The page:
4. Patience – Allow time to work for the investor.

If you are interested in learning more, go to the Membership Program page under Value Investing section in the header above. 

Join the value investing club and learn about value investing and how you can easily acquire similar results with your investment fund. Upon joining, you’ll receive the book Value Investing with Business Ratios, a reference guide used with all the decision models you build. Each member goes through three distinct phases:

  1. Education – Introduction to value investing along with terminology used are explained. Key principles of value investing are covered via a series of lessons and tutorials.
  2. Development – Members are taught how pools of investments are developed by first learning about financial metrics and how to read financial statements. The member then uses existing models to grasp the core understanding of developing buy/sell triggers for high quality stocks.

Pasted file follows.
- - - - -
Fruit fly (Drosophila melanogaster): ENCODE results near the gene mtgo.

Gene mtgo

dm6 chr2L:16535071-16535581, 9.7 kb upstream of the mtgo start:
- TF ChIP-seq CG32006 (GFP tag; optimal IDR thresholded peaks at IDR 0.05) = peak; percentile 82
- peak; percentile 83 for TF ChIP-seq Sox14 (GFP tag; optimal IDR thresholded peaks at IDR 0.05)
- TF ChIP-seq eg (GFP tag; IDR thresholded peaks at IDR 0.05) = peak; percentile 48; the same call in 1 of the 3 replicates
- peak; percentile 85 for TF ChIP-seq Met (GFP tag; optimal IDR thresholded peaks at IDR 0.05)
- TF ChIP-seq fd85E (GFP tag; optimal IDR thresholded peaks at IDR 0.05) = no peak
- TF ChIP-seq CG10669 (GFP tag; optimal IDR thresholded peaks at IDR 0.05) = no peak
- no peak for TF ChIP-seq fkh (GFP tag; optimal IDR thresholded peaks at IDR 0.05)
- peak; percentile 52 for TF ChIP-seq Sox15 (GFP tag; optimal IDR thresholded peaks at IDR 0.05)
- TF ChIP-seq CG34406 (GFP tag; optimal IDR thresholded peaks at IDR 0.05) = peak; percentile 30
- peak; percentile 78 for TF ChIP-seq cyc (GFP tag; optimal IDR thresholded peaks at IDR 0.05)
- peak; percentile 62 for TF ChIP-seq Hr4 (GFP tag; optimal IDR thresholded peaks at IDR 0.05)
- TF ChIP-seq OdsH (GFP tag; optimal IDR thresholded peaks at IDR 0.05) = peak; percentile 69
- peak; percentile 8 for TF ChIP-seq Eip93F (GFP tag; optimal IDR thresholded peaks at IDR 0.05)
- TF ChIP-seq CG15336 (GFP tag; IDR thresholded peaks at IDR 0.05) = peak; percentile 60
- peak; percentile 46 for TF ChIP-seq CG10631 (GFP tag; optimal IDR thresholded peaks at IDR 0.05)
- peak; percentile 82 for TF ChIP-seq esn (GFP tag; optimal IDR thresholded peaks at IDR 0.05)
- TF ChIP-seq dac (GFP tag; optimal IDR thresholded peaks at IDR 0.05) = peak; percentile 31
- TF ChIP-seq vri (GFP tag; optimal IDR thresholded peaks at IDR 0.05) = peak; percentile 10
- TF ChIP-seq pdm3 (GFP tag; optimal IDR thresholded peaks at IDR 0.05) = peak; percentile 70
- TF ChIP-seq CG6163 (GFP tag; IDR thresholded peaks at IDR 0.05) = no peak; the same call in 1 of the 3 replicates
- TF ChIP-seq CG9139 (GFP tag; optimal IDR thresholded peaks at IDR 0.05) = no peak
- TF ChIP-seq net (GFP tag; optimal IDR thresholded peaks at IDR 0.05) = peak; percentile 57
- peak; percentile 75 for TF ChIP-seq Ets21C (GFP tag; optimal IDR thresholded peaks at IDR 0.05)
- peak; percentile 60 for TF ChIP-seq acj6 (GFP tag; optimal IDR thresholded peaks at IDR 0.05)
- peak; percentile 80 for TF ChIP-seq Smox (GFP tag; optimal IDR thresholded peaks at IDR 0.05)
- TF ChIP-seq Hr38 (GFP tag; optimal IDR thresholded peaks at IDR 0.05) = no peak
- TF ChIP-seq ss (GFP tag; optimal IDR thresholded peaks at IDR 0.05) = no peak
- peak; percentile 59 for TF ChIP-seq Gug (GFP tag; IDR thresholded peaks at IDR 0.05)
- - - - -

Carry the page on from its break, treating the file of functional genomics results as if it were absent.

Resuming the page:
3. Sophistication – Most members reach this phase of understanding after about six months. Many members create their own pools of investments and share with others their knowledge. Members are introduced to more sophisticated types of investments and how to use them to reduce risk and improve, via leverage, overall returns for their value investment pools.

Each week, you receive an e-mail with a full update on the pools. Follow along as the Investment Fund grows. Start investing with confidence from what you learn. Create your own fund and over time, accumulate wealth. Joining entitles you to the following:

  • Lessons about value investing and the principles involved;
  • Free webinars from the author following up the lessons;
  • Charts, graphs, tutorials, templates and resources to use when you create your own pool;
  • Access to existing pools and their respective data models along with buy/sell triggers;
  • Follow along with the investment fund and its weekly updates;
  • White papers addressing financial principles and proper interpretation methods; AND
  • Some simple good advice.

Value Investment Club